The United States’ military began isolating returning troops arriving from countries hit by Ebola. Some US states were also reported to have imposed mandatory quarantines on returning health workers who were deployed to West Africa to treat Ebola patients.
The move was condemned by health authorities, along with the United Nations, and deemed as “extreme”. The top health official who is responsible for how the US responds to Ebola had warned Washington against treating returning health workers as “pariah”.
Secretary-General Ban Ki-moon’s spokesman, Stephane Dujarric, said, “Returning health workers are exceptional people who are giving of themselves for humanity,” adding, “They should not be subjected to restrictions that are not based on science. Those who develop infections should be supported, not stigmatized.”
The statement comes as part of the United Nations’ sharp criticism against the decision to impose such restrictions on returning health workers.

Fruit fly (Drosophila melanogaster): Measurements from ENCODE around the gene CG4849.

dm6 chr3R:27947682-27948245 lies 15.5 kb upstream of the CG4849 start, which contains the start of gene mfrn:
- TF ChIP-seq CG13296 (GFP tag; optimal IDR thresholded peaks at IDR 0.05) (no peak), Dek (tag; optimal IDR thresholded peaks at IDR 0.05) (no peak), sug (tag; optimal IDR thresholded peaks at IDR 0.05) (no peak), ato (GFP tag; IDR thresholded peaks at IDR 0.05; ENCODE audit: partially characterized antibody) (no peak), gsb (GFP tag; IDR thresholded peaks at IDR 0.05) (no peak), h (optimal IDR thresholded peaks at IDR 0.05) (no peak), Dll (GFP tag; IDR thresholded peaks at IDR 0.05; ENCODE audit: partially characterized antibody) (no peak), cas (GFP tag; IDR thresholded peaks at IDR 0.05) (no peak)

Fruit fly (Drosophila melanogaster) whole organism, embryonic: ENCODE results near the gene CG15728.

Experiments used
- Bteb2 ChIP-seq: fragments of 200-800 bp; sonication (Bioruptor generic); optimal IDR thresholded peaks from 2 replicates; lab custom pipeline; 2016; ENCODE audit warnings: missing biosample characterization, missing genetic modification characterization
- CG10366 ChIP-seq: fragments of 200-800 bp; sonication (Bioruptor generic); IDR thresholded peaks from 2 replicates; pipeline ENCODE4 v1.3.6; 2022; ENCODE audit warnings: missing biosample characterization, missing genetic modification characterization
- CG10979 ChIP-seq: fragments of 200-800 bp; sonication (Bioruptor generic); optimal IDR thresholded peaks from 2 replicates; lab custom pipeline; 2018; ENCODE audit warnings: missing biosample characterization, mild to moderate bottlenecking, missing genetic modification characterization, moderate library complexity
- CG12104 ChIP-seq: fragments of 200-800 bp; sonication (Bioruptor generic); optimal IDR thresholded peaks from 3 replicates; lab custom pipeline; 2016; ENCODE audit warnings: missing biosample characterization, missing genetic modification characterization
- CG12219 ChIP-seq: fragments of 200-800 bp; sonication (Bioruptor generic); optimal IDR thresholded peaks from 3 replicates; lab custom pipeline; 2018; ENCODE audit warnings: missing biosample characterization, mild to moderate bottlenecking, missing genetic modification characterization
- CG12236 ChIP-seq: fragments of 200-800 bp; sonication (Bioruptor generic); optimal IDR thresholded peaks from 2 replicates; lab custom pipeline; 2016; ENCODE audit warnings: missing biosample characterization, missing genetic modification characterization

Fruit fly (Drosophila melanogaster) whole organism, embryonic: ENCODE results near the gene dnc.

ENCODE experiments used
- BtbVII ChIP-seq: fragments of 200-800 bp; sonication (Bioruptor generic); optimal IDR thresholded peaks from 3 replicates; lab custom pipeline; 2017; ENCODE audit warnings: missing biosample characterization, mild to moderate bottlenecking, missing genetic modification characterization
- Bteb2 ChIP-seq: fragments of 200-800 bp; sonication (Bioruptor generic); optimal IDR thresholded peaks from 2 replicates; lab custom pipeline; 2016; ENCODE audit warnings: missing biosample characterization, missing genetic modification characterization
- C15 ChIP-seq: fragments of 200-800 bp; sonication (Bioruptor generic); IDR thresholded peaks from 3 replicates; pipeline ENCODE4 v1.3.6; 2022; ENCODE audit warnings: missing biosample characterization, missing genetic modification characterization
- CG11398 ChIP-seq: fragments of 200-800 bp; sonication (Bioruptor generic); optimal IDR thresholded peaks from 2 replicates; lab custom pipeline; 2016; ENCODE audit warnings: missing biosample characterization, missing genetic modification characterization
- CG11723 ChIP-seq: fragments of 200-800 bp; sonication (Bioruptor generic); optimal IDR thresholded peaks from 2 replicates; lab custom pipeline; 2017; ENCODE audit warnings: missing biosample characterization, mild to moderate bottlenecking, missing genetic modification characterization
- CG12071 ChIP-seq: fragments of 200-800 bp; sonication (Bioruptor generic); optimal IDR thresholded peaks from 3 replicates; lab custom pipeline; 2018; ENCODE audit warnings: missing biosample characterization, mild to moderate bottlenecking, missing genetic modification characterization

Chief of Staff General Raymond Odierno announced in a statement that he is ordering a 21-day monitoring period for returning soldiers “to ensure soldiers, family members and their surrounding communities are confident that we are taking all steps necessary to protect their health.”
The decision comes regardless if the soldiers do not show any symptoms and are not believed to have been in contact with an Ebola patient.
The nature of the US Army’s presence in West African countries has been explained by the military to have been limited to building facilities to better enable health officials contain the epidemic. They do not directly handle or come in contact with Ebola patients.
Meanwhile, Australia issued a visa ban on all Ebola-stricken West African countries, considered a measure to prevent the virus from reaching the country, making it the first rich country to shut its doors to the disease affected African countries.
There have been no recorded Ebola cases in Australia and Prime Minister Tony Abbott has not responded to requests calling on the country to send medical personnel to the region to combat the disease.
The government said that the decision to refuse anyone coming from Sierra Leone, Guinea and Liberia is a precaution measure. However, experts and advocates claim it is a short-sighted politically motivated move.
Medical professionals say that Ebola is not an airborne disease, it is transmitted through direct contact with bodily fluids from the patient.
Ebola has claimed the lives of nearly 5,000 people since its outbreak in March.